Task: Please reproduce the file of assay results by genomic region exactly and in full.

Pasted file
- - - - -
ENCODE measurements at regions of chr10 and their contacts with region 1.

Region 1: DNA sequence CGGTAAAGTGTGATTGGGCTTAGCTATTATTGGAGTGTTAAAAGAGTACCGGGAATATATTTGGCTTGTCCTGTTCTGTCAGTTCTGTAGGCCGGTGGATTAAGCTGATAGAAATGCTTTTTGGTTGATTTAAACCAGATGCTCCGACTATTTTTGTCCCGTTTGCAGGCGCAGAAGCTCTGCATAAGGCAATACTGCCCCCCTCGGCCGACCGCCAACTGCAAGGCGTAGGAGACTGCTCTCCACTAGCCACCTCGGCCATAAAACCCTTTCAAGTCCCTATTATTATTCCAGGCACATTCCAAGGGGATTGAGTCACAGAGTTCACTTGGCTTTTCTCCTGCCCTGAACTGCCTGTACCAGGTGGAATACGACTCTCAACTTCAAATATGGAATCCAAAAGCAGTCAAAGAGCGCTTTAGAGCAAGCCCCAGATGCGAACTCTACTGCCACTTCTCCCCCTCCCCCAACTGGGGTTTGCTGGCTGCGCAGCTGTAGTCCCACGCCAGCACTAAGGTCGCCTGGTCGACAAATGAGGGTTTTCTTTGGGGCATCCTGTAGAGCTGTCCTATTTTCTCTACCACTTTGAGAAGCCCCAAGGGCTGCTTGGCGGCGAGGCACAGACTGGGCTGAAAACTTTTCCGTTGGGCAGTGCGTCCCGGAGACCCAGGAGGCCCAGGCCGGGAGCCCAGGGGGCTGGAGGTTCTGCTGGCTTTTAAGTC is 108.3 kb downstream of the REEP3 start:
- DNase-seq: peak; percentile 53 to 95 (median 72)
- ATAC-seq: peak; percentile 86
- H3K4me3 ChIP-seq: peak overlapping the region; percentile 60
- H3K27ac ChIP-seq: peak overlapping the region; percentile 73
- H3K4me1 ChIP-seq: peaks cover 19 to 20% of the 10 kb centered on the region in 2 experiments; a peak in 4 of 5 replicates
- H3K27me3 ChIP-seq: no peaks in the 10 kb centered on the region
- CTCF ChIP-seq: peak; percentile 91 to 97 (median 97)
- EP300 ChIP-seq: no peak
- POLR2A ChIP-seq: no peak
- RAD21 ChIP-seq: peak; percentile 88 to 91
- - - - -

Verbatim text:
ENCODE measurements at regions of chr10 and their contacts with region 1.

Region 1: DNA sequence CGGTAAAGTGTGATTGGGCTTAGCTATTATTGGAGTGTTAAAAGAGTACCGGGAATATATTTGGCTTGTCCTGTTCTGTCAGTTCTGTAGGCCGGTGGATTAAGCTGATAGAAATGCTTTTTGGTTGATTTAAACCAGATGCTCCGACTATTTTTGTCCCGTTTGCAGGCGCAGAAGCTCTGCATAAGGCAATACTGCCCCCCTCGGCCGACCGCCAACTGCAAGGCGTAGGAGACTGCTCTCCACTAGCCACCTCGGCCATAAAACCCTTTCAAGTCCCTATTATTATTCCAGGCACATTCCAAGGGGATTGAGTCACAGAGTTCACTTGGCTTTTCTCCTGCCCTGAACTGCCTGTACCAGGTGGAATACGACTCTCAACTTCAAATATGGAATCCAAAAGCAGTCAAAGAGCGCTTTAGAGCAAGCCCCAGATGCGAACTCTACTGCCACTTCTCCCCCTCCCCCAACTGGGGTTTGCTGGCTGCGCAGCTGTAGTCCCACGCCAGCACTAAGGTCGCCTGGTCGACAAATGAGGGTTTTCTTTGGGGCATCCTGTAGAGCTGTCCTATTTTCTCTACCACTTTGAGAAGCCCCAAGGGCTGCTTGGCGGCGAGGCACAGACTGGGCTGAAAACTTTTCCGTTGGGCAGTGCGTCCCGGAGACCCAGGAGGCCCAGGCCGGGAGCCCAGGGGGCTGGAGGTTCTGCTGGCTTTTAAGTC is 108.3 kb downstream of the REEP3 start:
- DNase-seq: peak; percentile 53 to 95 (median 72)
- ATAC-seq: peak; percentile 86
- H3K4me3 ChIP-seq: peak overlapping the region; percentile 60
- H3K27ac ChIP-seq: peak overlapping the region; percentile 73
- H3K4me1 ChIP-seq: peaks cover 19 to 20% of the 10 kb centered on the region in 2 experiments; a peak in 4 of 5 replicates
- H3K27me3 ChIP-seq: no peaks in the 10 kb centered on the region
- CTCF ChIP-seq: peak; percentile 91 to 97 (median 97)
- EP300 ChIP-seq: no peak
- POLR2A ChIP-seq: no peak
- RAD21 ChIP-seq: peak; percentile 88 to 91